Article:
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What is IPTV?

What IPTV is and what it isn’t

Currently, there are many providers of IPTV. Some are legitimate businesses that have paid copyright usage fees, and then you have others that fall into a grey area, and take advantage of copyright loopholes. You may have heard of Netflix, Hulu, and a few other services. These fall into the former category.

As for the latter category, you have a myriad of “a gray area” services. These content providers charge a small fee and broadcast Live TV, Video on Demand, and also include PPV events at no additional cost.

Everyone loves the content of premium satellite and cable companies, but most feel that the prices are just too high, so they go in search of cheaper alternatives. Though Netflix and Hulu are great services, some people want MORE. They turn to the other service providers and are quickly sold on the price and the amount of content they are receiving. They rush to the post office and return their boxes and anxiously run back home to enjoy this newly found service. These service providers vary in quality from basement operations to impressive setups that include offices and toll-free technical support. They can range in price, but what they do have in common is that they are MUCH, MUCH cheaper than traditional satellite and cable companies.

Unfortunately, many people are under the impression that these service providers are an exact replacement for traditional TV services. For the casual viewer, this may be the case, and it’s a great solution. Unfortunately for the die-hard TV users, the disabled sitting at home channel surfing, and the children being “babysat” by a TV, it can be a very frustrating experience. Issues with buffering, channels not being available, Electronic Programming Guides not matching, the list can go on and on.

Those that choose to use these services must understand that they can never, honestly expect the same results as traditional providers. Every single provider will have hardware downtime, issues with channels and occasional total blackouts. Again, for the casual TV viewer, this is not a problem. They most likely have a backup provider that they can turn to if they need to watch a certain show, or can just simply change the channel.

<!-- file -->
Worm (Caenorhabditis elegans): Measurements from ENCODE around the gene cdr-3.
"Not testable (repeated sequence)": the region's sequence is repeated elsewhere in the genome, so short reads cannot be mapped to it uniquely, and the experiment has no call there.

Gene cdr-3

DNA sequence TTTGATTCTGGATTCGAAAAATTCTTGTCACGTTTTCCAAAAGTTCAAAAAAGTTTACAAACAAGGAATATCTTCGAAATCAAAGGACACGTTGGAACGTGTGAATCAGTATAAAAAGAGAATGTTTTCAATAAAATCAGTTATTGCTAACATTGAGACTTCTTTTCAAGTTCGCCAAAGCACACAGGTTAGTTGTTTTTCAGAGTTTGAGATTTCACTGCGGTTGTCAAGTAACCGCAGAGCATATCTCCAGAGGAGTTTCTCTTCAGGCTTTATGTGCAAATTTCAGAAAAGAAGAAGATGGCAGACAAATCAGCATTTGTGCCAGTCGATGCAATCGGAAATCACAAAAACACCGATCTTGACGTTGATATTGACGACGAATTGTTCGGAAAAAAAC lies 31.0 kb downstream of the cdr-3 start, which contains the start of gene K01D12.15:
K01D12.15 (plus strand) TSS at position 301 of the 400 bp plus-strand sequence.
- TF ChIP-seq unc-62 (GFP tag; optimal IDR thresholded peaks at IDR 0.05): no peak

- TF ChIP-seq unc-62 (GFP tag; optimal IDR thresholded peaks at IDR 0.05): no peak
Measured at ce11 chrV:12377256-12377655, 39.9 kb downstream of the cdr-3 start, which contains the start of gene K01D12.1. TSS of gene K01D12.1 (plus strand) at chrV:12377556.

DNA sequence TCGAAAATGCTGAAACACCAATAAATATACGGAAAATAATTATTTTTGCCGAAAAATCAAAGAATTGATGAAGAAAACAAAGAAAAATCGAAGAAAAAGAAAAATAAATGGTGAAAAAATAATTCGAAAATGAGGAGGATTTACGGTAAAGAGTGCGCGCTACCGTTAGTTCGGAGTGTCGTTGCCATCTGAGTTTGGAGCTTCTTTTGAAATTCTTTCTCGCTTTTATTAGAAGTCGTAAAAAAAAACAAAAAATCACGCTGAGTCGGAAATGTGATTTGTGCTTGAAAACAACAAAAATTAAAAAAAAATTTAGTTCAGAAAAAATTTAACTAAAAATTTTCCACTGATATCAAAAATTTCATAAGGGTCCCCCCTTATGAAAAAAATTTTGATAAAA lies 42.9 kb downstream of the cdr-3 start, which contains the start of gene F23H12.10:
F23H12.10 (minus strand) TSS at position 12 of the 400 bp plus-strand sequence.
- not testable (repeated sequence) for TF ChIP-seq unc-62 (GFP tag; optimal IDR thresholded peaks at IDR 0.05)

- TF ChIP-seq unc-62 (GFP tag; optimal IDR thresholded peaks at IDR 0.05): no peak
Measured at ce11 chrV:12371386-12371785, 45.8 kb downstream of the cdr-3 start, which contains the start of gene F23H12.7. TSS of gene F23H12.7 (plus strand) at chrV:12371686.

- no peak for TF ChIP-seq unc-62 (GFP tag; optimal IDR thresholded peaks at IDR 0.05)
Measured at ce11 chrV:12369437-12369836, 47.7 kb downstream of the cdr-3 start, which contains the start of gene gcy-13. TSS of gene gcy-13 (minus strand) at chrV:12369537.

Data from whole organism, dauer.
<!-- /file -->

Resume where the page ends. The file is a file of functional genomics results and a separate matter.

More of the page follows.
Some of these services will be better than others. Some will go through periods of working great for a few months, then start having issues. Some will disappear after a few months, and some will continue to invest in hardware as they grow.

Then there is the issue of understanding your equipment. Why is an Ethernet connection better than WiFi? Why does your service buffer certain times of the day? Is your ISP throttling your connection? Why does it work when I use a VPN? If you decide to try out any of these IPTV Providers, be prepared to do a little leg work. You will need to understand some of the basics. YouTube is an excellent source of information. Use it!

Get to know the setup you have and what will best work for you. Don’t expect these services to be an exact replacement for satellite and cable. If you do, you will be disappointed and very frustrated.

Understand what IPTV is and what it is Not.

For the majority of users that have bothered to educate themselves with this new technology, these services are a blessing. No more paying the ridiculous prices of the big traditional providers.

For those that think that these services should provide you the same service as the big boys…. Think again. You TRULY get what you pay for. So save yourself some heartache, and do some research on what you are getting into.

If you go in knowing what it is, and what it is not, you will be happy with some extra money in your wallet every month.

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